New Yorkshire Gazetteer (1828) page 217
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wapentake of Claro, 10 miles N. from

Scales, W. R. (4) a hamlet in the
township of West Halton, parish of
Long Preston, wapentake of Stain-
6§ miles S. from Settle.

Scaling, N. R. (2) a hamlet in the
township of Easington, parish of Hin-
der well, wapentake of Langbarugh, 10
miles E. from Guisborough. In this
place is an inn called Scalingdam.

Scammonden, W.R. (7) atown-
ship with Deanhead, in the parish of
Huddersfield, wapentake of Agbrigg,
miles W. from Huddersfield; inhabi-
tants, 855 ; a ehapelry to Huddersfield.

Scampston, E. R. (6) a township
in the parish of Rillington, wapentake
of Buckrose,
8 miles N.W. from Sled-
mere ; inhabitants,
200 ; a ehapelry to
Rillington. Scampston House is the
residence of C. T. Wood, Esq.; this seat
of the ancient family of St. Quintin has
a fine park, abounding in numerous
herds of deer.

Scarborough, N.R. (3) a bo-
rough, market town, parish and town-
ship, in the wapentake of Pickering
Lythe, 20 miles S. E. from Whitby,
40 N.E. from York, 217 from Lon-
don ; inhabitants, 8188; a vicarage,
value 13/.
6s. Sd.; patron, Lord Ho-
tham : markets, Thursday and Satur-
day ; fairs, Holy Thursday, and No-
vember 23. Scarborough is a borough
governed by two bailiffs, two coroners,
four chamberlains, and a common
council of 36 members. It returns two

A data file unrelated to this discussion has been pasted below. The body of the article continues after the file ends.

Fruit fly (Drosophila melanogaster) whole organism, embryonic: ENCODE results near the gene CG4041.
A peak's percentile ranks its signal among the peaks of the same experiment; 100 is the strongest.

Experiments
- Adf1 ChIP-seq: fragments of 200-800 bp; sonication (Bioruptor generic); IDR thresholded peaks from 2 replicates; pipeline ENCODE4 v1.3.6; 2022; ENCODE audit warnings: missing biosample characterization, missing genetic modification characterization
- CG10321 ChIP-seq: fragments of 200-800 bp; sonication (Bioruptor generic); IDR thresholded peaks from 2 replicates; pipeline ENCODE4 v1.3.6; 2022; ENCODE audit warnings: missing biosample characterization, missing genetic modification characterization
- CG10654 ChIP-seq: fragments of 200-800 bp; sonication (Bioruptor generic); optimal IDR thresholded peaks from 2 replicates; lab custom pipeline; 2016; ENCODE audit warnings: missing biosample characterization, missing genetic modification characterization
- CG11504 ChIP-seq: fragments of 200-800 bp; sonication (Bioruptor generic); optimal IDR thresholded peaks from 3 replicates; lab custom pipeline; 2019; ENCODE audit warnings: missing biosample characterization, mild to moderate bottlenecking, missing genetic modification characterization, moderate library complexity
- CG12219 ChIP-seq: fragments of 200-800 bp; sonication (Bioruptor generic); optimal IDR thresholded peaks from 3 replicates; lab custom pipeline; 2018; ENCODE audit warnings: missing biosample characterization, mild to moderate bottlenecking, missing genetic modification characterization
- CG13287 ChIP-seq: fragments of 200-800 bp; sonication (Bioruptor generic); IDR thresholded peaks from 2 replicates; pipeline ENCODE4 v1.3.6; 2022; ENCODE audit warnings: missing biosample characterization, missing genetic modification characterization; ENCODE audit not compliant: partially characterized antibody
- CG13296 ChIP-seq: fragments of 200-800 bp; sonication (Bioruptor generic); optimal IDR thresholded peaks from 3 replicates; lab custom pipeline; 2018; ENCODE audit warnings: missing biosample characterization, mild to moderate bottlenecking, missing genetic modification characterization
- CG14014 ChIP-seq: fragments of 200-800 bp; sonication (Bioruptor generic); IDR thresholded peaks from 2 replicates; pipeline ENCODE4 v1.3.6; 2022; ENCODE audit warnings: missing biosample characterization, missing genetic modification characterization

members, a privilege granted as early
as the 23d Edward I., and is the only
place in the county, except York, which
has constantly sent representatives from
that period to the present time; the
right of election is in the corporation
alone : here is an hospital for worn-out
and disabled seamen, under the go-
vernment of the Trinity House. Scar-
borough is situated on the north of
a beautiful and extensive bay, from
which it rise* in the form of a cres-

cent, on the slope of a bold and rocky
shore; on its eastern point stand the re-
mains of the ancient castle, whose shat-
tered walls adorn the summit of a lofty
promontory; the view commands a
vast expanse of ocean, where fleets
of ships • are frequently passing: the
castle was built in the reign of King
Stephen, by William le Gros, Earl of
Albemarle. Here Piers de Gaveston
sought refuge against the exasperated
barons in the reign of Edward II. In
the time of Wyatt’s rebellion, in 1553,
it was surprised and taken by a stra-
tagem of the son of Lord Stafford,
who introduced a number of soldiers
disguised as peasants ; but this success
was only of three days’ duration; it
gave rise, however, to the proverb of
* a Scarborough warning, or a word
and a blow, but the blow firstduring
the civil wars it was twice besieged by
the parliamentary forces, and was com-
pelled to surrender; the castle was
soon after dismantled by order of par-
liament, but it underwent a temporary
repair during the rebellion in 1745,
and barracks having been subsequently
erected, it will accommodate
120 sol-
diers : the ruined walls of the keep,
twelve feet in thickness, are still nearly
100 feet in height; the promontory on
which they stand, is of an elevation
above 300 feet, presenting a surface of
19 acres; it is in three parts sur-
rounded by the sea; on the landside,
rising by a steep and rocky slope, it com-
mands the town; the approach was by
a gateway, still remaining, of uncom-
mon strength, placed on the summit of
a narrow isthmus ; the keep was en-
closed by embattled walls, strength-
ened by semicircular towers, and con-
sequently before the invention of ar-
tillery, this fortress must have been
absolutely impregnable. The parish
church originally belonged to a con-
vent of Cistercian monks; the pre-
sent building is merely a fragment of
the ancient spacious edifice; an addi-
2 F


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